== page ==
The endocannabinoid system and cardiometabolic risk: effects of CB1 receptor blockade on lipid metabolism.Int J Cardiol. 2009 Jan 24; 131(3):305-12.IJ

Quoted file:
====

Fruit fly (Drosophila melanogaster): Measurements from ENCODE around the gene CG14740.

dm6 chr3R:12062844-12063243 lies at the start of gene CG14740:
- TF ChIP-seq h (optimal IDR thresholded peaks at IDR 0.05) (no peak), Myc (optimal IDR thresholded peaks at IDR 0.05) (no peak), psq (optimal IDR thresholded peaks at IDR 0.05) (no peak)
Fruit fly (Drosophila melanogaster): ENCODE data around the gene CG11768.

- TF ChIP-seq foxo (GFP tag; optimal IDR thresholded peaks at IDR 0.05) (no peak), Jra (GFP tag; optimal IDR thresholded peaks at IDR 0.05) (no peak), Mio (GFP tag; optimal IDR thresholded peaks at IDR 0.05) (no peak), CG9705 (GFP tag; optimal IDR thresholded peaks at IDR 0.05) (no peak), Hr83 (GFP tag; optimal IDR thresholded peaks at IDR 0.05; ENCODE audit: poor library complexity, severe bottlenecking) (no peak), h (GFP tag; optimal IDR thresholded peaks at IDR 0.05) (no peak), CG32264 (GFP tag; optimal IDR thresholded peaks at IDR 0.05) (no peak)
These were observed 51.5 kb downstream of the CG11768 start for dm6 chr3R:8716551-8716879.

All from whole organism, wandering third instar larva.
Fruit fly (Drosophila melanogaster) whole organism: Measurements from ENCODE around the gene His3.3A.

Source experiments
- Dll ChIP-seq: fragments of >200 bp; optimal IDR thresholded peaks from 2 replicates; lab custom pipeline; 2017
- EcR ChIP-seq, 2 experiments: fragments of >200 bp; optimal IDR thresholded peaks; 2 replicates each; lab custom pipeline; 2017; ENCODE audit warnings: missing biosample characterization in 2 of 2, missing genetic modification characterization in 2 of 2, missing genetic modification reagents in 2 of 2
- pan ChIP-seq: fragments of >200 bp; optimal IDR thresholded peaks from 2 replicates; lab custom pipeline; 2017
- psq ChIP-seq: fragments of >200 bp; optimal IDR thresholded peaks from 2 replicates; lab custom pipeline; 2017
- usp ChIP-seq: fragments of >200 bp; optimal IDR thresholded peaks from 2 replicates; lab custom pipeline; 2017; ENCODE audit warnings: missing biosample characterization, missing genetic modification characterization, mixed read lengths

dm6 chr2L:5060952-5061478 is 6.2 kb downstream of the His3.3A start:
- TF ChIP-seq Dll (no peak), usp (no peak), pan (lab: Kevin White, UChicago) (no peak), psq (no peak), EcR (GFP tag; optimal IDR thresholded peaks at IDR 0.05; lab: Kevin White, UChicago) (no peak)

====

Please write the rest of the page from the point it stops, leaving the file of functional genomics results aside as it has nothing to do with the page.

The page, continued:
Cardiometabolic risk factors affect more than 47 million adults in the United States today. Although certain risk factors (e.g., obesity, dyslipidemia, hypertension, and hyperglycemia) contribute independently to the global risk, dyslipidemia is one of the most important risk factors for cardiovascular disease. Successful treatment requires a well-coordinated multifaceted approach, with commitment to a long-term program for disease management. Although initial attempts should focus on dietary changes and increased physical activity, most patients also need effective, safe, and well-monitored pharmacotherapy. Experimental studies have shown that overactivation of the endocannabinoid system-a physiologic signaling system involved in regulating energy intake, fatty acid synthesis and storage, and glucose and lipid metabolism-is associated with obesity, dyslipidemia, and insulin resistance. In clinical trials, selective blockade of CB1 receptors has resulted in substantial weight loss and significant improvement in lipid profiles. The effects of rimonabant, the first selective CB1 receptor blocker, were evaluated in 6600 obese or overweight adults who participated in one of 4 multicenter, placebo-controlled, randomized clinical trials for at least 1 year. Significant improvement in lipid profiles (specifically HDL and triglyceride levels and ratio of total cholesterol to HDL cholesterol) was seen in the 2503 patients taking rimonabant 20 mg/day, independent of its substantial effects on weight loss. No significant changes in LDL or total cholesterol were observed. Results of clinical trials with rimonabant are promising. Additional long-term controlled studies with appropriate follow-up are warranted to confirm the clinical potential of this drug, particularly its effects on dyslipidemia and other cardiovascular endpoints.